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Developmental Milestones: Understanding words, behavior, and concepts

Developmental Milestones: Understanding words, behavior, and concepts



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Published by Tracy
Speech milestones for children 0-36 months old. Gives parents tips about what to look for and how to help develop their child's speech.
Speech milestones for children 0-36 months old. Gives parents tips about what to look for and how to help develop their child's speech.

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Categories:Types, School Work
Published by: Tracy on Nov 03, 2008
Copyright:Attribution Non-commercial


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Developmental milestones: Understanding words, behavior, andconcepts
Reviewed by the BabyCenter Medical Advisory BoardLast updated: July 2006
Understanding words, behavior, and concepts
Your newborn can't yet speak your language or fully understand what you're saying tohim, but he's a fast learner. Research shows that babies start listening to their parents'voices while still in the womb. Once born, your baby begins tuning in to your words andsentence patterns to figure out what you're saying. He also uses his powers of observationto learn about some of the more complicated things — like love, trust, time, and causeand effect — that exist in his physical and emotional world.
When it develops
Your baby starts to learn what others are saying and doing even before he's born. As anewborn, he doesn't know the precise meaning of the words you use, but he picks up onyour emotions — such as happiness, sadness, love, concern, anxiety, and anger. By thetime he's 4 months old, he'll recognize his own name, and by 8 to 12 months he'llunderstand simple requests such as "No" or "Don't touch." Around 24 months, he'll beable to talk to you in two- or three-word phrases. By 3, he'll have a vocabulary of severalhundred words and a pretty good sense of some of the rituals and activities of everydaylife, such as food shopping, telling time, and housecleaning.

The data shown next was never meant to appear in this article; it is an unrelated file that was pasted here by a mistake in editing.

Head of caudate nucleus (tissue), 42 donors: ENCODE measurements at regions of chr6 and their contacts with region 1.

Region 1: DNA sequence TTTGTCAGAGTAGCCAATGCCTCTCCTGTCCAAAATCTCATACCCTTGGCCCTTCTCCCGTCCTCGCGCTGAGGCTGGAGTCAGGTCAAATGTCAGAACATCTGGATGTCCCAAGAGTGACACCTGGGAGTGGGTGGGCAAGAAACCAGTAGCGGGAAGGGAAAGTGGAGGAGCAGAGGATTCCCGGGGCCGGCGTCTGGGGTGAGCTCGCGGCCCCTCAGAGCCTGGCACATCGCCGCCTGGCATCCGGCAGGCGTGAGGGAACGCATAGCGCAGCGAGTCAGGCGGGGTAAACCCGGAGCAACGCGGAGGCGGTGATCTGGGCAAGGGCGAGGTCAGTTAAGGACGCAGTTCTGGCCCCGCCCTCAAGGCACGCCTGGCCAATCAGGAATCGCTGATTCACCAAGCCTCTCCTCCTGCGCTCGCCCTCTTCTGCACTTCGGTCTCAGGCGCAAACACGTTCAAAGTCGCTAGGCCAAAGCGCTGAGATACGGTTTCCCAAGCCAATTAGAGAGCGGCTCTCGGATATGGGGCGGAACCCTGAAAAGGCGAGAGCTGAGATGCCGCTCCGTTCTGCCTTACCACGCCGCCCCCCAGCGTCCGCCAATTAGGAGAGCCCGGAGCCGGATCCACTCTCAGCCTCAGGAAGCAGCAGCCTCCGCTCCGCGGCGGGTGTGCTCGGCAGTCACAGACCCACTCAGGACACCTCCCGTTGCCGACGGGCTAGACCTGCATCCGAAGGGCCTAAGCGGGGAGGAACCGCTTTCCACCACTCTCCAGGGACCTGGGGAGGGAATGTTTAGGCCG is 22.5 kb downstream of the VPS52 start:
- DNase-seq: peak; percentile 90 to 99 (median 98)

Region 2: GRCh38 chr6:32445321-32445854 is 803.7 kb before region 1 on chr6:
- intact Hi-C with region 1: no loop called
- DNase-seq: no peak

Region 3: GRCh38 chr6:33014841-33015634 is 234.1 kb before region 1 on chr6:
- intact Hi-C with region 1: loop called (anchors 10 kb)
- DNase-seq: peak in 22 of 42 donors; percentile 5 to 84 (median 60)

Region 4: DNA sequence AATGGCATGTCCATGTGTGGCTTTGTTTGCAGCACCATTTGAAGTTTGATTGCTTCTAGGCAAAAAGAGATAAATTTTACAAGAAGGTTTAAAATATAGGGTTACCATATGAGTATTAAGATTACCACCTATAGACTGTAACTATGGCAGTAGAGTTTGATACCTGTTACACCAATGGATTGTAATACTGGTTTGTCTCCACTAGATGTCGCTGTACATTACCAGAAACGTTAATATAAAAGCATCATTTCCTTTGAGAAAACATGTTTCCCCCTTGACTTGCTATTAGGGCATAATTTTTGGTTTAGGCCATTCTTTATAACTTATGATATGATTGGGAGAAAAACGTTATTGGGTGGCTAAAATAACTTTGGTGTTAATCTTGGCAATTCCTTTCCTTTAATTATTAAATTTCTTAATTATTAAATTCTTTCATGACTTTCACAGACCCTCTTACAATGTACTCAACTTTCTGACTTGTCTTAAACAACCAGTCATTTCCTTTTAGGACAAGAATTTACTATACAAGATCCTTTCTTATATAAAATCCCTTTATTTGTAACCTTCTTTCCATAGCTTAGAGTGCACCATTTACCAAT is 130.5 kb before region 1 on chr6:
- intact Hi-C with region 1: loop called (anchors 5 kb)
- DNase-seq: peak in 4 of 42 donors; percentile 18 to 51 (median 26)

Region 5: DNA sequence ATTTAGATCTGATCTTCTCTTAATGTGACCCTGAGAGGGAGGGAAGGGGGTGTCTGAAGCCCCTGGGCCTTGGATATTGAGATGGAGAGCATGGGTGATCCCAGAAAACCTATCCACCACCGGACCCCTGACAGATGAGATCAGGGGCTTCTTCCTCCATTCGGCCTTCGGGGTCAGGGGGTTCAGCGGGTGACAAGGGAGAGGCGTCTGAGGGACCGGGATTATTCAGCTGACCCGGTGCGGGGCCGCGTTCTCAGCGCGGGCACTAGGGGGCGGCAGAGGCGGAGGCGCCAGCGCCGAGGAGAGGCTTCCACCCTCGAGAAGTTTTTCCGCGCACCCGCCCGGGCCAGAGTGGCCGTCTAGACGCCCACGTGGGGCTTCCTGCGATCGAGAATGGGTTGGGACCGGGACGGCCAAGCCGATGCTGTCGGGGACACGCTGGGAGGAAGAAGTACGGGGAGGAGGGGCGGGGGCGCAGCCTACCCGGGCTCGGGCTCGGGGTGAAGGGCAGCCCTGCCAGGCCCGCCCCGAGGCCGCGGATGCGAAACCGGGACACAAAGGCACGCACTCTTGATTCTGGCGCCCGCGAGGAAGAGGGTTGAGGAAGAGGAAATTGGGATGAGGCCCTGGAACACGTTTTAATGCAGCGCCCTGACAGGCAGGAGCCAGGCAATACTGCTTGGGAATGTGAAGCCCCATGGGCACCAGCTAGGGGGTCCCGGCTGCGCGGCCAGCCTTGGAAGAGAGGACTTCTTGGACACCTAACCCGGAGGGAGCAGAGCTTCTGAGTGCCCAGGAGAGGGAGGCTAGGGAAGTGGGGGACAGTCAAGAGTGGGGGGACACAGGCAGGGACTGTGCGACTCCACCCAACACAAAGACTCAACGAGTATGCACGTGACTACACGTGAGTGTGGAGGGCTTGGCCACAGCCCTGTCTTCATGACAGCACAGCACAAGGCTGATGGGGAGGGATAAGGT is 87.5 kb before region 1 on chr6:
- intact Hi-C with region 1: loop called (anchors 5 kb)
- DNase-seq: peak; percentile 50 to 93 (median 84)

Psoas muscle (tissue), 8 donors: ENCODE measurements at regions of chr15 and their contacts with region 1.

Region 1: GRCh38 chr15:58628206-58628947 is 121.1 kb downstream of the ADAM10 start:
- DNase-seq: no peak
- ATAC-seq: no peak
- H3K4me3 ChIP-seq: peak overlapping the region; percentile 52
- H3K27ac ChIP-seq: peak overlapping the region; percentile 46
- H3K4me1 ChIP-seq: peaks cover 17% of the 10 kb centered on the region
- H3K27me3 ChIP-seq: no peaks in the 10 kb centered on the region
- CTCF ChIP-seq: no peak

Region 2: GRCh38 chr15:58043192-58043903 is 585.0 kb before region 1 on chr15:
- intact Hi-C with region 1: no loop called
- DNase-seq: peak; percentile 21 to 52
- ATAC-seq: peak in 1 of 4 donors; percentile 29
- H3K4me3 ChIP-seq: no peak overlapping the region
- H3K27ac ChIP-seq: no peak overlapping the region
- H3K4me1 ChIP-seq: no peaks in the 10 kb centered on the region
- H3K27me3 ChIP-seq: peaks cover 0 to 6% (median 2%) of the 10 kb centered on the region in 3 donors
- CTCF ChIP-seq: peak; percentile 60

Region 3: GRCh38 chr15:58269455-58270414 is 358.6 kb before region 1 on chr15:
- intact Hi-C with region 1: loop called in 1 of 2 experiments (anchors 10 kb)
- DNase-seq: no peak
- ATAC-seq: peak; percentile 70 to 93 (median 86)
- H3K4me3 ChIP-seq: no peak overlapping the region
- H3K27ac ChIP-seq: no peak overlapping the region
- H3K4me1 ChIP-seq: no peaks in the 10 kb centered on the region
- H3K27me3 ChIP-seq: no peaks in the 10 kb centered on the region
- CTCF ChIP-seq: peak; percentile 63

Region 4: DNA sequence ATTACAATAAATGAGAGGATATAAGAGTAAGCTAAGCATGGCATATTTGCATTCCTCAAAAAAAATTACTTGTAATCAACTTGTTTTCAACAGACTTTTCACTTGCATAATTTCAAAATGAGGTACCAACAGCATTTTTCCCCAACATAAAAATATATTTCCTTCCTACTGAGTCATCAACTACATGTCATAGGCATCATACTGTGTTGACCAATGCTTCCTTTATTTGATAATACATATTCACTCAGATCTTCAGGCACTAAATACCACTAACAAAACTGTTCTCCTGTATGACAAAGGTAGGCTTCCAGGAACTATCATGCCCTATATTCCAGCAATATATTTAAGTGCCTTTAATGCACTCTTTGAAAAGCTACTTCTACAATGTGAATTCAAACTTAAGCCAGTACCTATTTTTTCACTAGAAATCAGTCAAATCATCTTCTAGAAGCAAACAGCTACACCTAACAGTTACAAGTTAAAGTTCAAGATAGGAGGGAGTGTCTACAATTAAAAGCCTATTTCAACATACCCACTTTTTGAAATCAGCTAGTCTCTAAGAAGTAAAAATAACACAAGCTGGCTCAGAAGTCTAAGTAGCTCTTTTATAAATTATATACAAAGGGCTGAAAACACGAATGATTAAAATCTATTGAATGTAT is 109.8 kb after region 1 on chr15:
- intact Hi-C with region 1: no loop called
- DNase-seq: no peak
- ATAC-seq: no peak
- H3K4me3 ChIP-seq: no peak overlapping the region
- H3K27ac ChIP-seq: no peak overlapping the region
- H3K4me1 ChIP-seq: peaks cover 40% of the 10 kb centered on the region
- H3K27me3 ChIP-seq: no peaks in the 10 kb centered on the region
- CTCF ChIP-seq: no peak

How it develops
Newborn to 1 month
Every waking moment, your baby is using his senses to take in new data about the worldhe finds himself in. He doesn't yet have the information that adults and older children useto interpret what they take in, but he's building that store of knowledge every day. Manyexperts say babies understand more than most parents think they do.As a survival skill, your baby stays emotionally attuned to the people around him. He canunderstand how you feel and what you're thinking by the tone of your voice, the set of your mouth, the pace of your breathing, the feel of your skin, and the glint in your eye.Your baby will form his version of reality from the way you respond to him — decidinghe's worthwhile because you come to him when he cries, stare lovingly into his eyes, andfeed him when he's hungry.As your baby's motor skills advance, his memory will get better, his attention span willlengthen, his ability to speak will improve, and his social skills will become more polished.
2 to 3 months
Your baby continues to soak up everything in his environment. His favorite activity iswatching what goes on around him, and he understands now that you will soothe, feed,and play with him when he needs you. He'll delight you with his first genuine smile. Your  baby enjoys the response he elicits with his grin and comes to understand that smiling isone way to let you know he's satisfied. By 3 months, he'll add some gurgling sounds tohis smile, initiating a primitive form of conversation with you.
4 to 7 months
Your baby knows his name now and understands that you're speaking to him when yousay it. He'll even respond by turning toward you. He's becoming more attuned to your tone of voice, too. When you sound happy, he'll react joyfully, and if you speak to himsharply he'll become distressed and may cry. He's also beginning to tell the difference between strangers and people he knows, and he may cry when you put him in the arms of someone he doesn't recognize.
8 to 12 months